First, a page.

Rich Ziade: Yes. yes.

Paul Ford: That’s just my wiring. And so you looked at me, you’re like, I went for a walk, I don’t think you should be CEO. And I went, oh that’s interesting. And you were like, you described this situation, and that’s, that is what people expect the CEO to come to that meeting. They don’t wanna see the president or anybody else.

Rich Ziade: Yes.

Paul Ford: And I went, yep, that is correct. I should not be the CEO. That was pretty much how it went down.

Rich Ziade: Pretty much how it went down. Well, I it’s worth noting for people that don’t know us too well, we are, we are not tied up in the status or the power that comes from these titles. It’s not interesting to us, it’s never been.

Paul Ford: But you gotta be, you gotta be careful there, right? Because this is what I learned before [00:05:00] I took on the job the last time going like, well, I’m not really a CEO, but I’ll, I’ll do it because we need somebody to have this role at the agency. Guess what happens when you’re like a tall guy who says you’re a CEO?

Rich Ziade: Oh, yes, you are, you are the CEO.

Paul Ford: It turns out you are the CEO. You’re gonna eat all the shit, just like anybody.

Rich Ziade: Yeah.

Paul Ford: And so like, so the, the titles are, we don’t internalize them, except as here we are trying to make this company move forward. Um, but the world sees them as representative of the company. We, we’re very mindful of that for the kind of company we’re about to become one that has investors, one that’s out in the world, one where there’s a lot of motion and a lot of different actors from outside of the company involved, uh, you are absolutely the right person to be the CEO.

Rich Ziade: Yeah, and, and which we can, we can dive into our own personalities and why this is better, but what is it better for? It is better for the startup, for the business, and I, I think if there is one piece of advice that’s [00:06:00] worth sharing in this podcast– it’s put aside your own interests and everybody has their own interests. It’s not bad, you shouldn’t be ashamed of being ambitious or having your own interests.

Paul Ford: Well it is a little weird to announce to the company and the world that I am the CEO, and then six days later say, I’m not. That’s if you were to say, what do I not want in a CEO? It’s someone who resigns after six days. That’s like, that’s like British politics.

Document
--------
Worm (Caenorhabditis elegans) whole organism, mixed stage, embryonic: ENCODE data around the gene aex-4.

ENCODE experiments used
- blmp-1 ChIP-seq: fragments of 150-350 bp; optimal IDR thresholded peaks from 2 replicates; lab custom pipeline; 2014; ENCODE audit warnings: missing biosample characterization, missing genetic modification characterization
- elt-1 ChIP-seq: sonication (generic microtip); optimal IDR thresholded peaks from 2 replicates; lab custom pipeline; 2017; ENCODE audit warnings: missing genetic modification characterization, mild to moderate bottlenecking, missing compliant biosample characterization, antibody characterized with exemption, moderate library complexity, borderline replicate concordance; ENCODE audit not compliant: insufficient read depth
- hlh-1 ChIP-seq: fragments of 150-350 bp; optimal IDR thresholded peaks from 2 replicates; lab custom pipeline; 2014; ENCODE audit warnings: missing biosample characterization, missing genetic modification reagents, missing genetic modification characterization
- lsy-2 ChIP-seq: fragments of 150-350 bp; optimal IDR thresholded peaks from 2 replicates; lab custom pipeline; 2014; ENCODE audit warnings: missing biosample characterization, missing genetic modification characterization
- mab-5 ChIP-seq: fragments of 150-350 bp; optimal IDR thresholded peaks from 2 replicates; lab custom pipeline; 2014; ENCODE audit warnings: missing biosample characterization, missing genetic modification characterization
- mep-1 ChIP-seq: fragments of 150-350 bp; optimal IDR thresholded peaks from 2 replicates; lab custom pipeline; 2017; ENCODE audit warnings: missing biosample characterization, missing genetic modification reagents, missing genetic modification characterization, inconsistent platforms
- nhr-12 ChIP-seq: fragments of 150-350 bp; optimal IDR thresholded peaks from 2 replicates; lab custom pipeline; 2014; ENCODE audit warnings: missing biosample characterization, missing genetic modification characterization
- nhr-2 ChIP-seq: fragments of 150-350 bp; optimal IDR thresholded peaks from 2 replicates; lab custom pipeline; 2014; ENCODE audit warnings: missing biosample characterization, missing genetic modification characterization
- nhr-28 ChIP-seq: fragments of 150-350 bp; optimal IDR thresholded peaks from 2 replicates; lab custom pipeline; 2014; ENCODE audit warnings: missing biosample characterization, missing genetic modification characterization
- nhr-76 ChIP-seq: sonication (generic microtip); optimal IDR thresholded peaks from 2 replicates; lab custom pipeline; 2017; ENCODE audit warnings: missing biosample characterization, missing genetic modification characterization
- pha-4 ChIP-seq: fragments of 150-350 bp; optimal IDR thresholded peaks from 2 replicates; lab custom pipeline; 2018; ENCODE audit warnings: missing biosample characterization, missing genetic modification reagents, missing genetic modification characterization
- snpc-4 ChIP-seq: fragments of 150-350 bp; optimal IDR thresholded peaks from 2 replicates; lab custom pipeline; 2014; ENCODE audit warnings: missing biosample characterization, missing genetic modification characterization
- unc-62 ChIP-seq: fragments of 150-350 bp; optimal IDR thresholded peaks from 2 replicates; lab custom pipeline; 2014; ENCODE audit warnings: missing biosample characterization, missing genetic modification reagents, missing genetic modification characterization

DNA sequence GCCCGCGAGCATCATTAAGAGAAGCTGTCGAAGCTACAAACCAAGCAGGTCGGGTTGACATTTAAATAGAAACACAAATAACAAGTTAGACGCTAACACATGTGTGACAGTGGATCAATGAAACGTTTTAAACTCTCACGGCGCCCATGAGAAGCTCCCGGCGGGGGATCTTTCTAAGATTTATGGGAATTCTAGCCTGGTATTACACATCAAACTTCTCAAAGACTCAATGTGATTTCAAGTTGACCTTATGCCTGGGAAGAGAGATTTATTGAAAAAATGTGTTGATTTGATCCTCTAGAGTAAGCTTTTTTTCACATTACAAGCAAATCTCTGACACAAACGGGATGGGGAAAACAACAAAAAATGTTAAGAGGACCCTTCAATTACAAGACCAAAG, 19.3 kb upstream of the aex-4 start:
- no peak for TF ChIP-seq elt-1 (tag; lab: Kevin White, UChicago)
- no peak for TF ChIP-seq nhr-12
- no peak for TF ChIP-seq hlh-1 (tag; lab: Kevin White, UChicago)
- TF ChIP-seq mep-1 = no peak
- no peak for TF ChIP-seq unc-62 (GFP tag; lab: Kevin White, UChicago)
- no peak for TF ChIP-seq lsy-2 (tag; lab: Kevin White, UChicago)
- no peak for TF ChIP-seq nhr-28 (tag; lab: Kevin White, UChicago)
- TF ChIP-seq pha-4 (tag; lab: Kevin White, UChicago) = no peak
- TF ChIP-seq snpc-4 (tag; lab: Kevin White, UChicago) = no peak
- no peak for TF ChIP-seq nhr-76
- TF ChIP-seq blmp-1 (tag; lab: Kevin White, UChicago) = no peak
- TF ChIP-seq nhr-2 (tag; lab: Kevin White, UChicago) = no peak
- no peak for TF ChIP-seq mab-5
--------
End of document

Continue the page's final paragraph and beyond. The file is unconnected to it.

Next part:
Rich Ziade: It is like that [chuckles], it’s not good, but it’s what’s right for the broader endeavor. And it’s what we made a clear cut. Also, we’re early, uh, we can do this now, like let’s do it now, before it’s like, oh shit, wait.

Paul Ford: Also, everybody knows us in the company and will give us the benefit of the doubt on this decision. It looks a little chaotic, but it’s also like, well, they’re kind of chaotic and there’s 15 people here, okay.

Paul Ford: Go buy a laptop, a great, like a nice Dell. It’s got the CPU in it.

Rich Ziade: Yeah.

Paul Ford: Okay, and [00:07:00] that’s cool. You can do, you can do your spreadsheets and you can do really important work with it, but now you want to play a game or you want to edit a film.

Rich Ziade: Yeah.

Paul Ford: What, what happens to that laptop?

Rich Ziade: It becomes a panini press.

Paul Ford: Right, so if you want to do something that gets really high-

Rich Ziade: It’s real hot, it’s slow, it’s sweating.

Paul Ford: Okay, you are the CPU in that laptop.

Rich Ziade: Yes.

Paul Ford: You can, enormous amount can get done. You can organize things and so on. But for that really good, exciting, more expensive experience, what do you need?

Rich Ziade: Ray Tracing [chuckles].

Paul Ford: What do you need? What do you have to buy on, on eBay or on uh, on Amazon? You need a big chunky graphics card.

Rich Ziade: Thick.

Paul Ford: Cpu, multiple processors, a million little processors going at once.

Rich Ziade: It’s just raw horsepower.

Paul Ford: If you wanna understand the dynamic between Rich and me, which sadly people do because they listen to this podcast, that is the dynamic. I’m the graphics.

Rich Ziade: Yeah.

Paul Ford: I, and it literally [00:08:00] plays out in this way. Let’s say, um, we’ll go into a meeting, I’ll go with you. We’re, we’re, we’re going as a team, I’ll say, I’ll say plenty, I, I’m not sitting in silence, but I will say maybe one fifth as much as you.

Rich Ziade: I tend to drive and really engage conversation.

Paul Ford: A good example is like, I will offer 20 times to help you on a deck.

Rich Ziade: Yeah.

Paul Ford: And you, and I’m like, the way that I see our relation and you say no, you’re like, I’ll give it to you soon. And the way that I see our relationship is like, I’m gonna continue to offer, and when you say, no, that’s fine. I’ve offered, I don’t mind not doing the work. It’s fine. I’ll, I’ll see-